The first reading for his feast tell the dramatic story of his conversion. (Acts 22, 3-16)  In the gospel of Matthew,Jesus announces why he was called – to preach the gospel to all nations.(Matthew 16,15-18)

“May the Spirit fill us with that light of faith.”

For St. John Chrysostom  “Paul, more than anyone else, has shown us what we really are, and in what our nobility consists, and of what virtue a human being is capable. Each day he aimed ever higher; each day he rose up with greater ardour and faced with new eagerness the dangers that threatened him. He summed up his attitude in the words: I forget what is behind me and push on to what lies ahead.

“When he saw death imminent, he bade others share his joy: Rejoice and be glad with me! And when danger, injustice and abuse threatened, he said: I am content with weakness, mistreatment and persecution. These he called the weapons of righteousness, thus telling us that he derived immense profit from them…

The most important thing of all to Paul was that he knew himself to be loved by Christ.”

May God give us that grace .

Today ends the Week of Prayer for Christian Unity.

May God give us all that grace.

Extra Ordinary

by Orlando Hernandez

Since January 14 we have been observing “Ordinary Time” in our Liturgy. Fr. Victor Hoagland has been pointing out how most of our Church year takes place in this Ordinary Time, and how this reflects the reality of our lives. Our hours, months, and years are mostly made up of ordinary things and activities. We eat, sleep, get up, brush our teeth, work, interact with those nearest to us, and live in those challenges and blessings that they bring to us. We drive past the same stores and barely see the same winter trees along the way. We wear and wash the same clothes. We each have our own routines.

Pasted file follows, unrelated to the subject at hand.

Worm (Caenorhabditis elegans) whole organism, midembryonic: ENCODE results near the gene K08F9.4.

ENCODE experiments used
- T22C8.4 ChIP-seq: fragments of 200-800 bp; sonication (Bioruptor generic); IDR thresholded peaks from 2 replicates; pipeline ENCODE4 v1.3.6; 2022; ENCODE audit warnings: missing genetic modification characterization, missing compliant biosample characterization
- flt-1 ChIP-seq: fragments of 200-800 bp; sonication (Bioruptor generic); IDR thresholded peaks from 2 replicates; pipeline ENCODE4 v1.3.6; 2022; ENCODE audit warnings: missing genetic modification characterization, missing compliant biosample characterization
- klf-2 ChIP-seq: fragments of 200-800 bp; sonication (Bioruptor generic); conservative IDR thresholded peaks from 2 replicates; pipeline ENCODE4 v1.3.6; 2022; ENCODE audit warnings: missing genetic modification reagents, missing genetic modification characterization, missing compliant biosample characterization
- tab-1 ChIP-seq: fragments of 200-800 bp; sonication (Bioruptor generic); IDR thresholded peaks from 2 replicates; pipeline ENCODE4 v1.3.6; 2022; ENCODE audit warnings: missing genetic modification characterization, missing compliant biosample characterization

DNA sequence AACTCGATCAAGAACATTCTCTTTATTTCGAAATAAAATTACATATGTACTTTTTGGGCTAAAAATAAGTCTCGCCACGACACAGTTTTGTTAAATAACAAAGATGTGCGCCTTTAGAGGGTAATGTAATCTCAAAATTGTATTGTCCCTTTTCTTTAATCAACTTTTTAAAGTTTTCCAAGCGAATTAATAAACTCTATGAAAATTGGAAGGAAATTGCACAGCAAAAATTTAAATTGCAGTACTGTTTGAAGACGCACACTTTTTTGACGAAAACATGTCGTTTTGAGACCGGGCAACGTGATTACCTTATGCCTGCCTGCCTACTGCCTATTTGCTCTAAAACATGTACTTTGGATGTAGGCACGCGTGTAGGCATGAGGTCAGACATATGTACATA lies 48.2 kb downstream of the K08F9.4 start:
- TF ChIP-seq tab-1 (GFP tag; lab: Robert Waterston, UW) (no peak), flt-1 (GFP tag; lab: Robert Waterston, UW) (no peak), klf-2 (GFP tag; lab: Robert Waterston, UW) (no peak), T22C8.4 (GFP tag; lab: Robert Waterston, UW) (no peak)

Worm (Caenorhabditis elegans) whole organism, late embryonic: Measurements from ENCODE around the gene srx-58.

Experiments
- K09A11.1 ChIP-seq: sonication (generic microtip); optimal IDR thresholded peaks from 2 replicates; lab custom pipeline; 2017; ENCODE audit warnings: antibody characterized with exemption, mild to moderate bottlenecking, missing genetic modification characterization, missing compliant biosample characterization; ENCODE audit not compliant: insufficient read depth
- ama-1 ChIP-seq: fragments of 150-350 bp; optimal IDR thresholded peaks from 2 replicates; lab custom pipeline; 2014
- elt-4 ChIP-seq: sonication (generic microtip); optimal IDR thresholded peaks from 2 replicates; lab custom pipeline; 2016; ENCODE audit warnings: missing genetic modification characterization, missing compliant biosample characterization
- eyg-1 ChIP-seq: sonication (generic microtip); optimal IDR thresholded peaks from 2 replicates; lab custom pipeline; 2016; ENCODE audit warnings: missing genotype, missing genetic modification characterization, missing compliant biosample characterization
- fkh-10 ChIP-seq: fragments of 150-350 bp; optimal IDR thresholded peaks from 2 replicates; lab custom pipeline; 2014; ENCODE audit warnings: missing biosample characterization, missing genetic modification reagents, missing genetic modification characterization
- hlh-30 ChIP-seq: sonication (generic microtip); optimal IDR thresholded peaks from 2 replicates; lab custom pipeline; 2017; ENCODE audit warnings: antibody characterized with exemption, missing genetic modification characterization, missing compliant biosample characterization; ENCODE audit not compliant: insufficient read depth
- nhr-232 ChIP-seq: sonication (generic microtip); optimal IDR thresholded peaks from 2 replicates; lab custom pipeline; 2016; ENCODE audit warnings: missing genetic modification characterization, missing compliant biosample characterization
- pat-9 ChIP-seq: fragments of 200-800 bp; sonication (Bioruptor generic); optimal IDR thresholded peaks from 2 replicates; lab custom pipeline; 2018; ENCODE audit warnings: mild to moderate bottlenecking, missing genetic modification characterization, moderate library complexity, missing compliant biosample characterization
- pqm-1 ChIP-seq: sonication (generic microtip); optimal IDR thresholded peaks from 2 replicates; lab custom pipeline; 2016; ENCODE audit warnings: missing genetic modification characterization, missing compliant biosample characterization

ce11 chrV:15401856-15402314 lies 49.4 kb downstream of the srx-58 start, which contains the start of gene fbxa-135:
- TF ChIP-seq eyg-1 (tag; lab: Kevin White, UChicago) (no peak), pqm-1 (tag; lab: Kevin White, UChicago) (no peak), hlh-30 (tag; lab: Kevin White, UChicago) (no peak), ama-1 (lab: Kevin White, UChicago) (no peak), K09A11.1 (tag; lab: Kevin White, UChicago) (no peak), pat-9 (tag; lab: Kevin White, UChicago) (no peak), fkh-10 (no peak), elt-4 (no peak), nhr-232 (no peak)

Fr. Victor tells us that it is especially in those moments that the Presence of the Beloved can be found. In an almost “Buddhist” way, he advises us to be mindful of all the experiences we have, no matter how simple or common. There is great Beauty and Light there.

I have been trying. I see a new loveliness in those bare trees, reaching up to heaven. I am suddenly struck by the flavor of morning cereal. At home, I have been picking up different objects that I walk past every day. I feel them in my hands and actually discover things about them: the material they are made of, a craft-person’s signature, a chip or break (when did it happen?). I remind myself of why I have kept these objects around in the first place. They each hold a blessed, special memory of someone I regard, or love.

Suddenly, these objects become luminous with feeling and meaning, leading me to realize that there’s even more to life than just what is there in front of me. My faith is stirred. I feel the presence of my Creator and Savior in a surprising, and yet familiar way. I hope that you have all experienced something like this at some point during your day or week. We are so loved by this good, wonderful God.

The simple, insipid water that occupies our earthen vessels can be unexpectedly changed into the finest wine by realizing that the Holy Spirit of our Creator is here within and around us. We believe, and for a moment experience this “life to the fullest” that our Lord desires for all of us. It can be so easy. All we have to do is think and say, “Jesus!”. He is the vehicle to this life of adventure and wonder. He is why this “Ordinary Time” can be so special to me.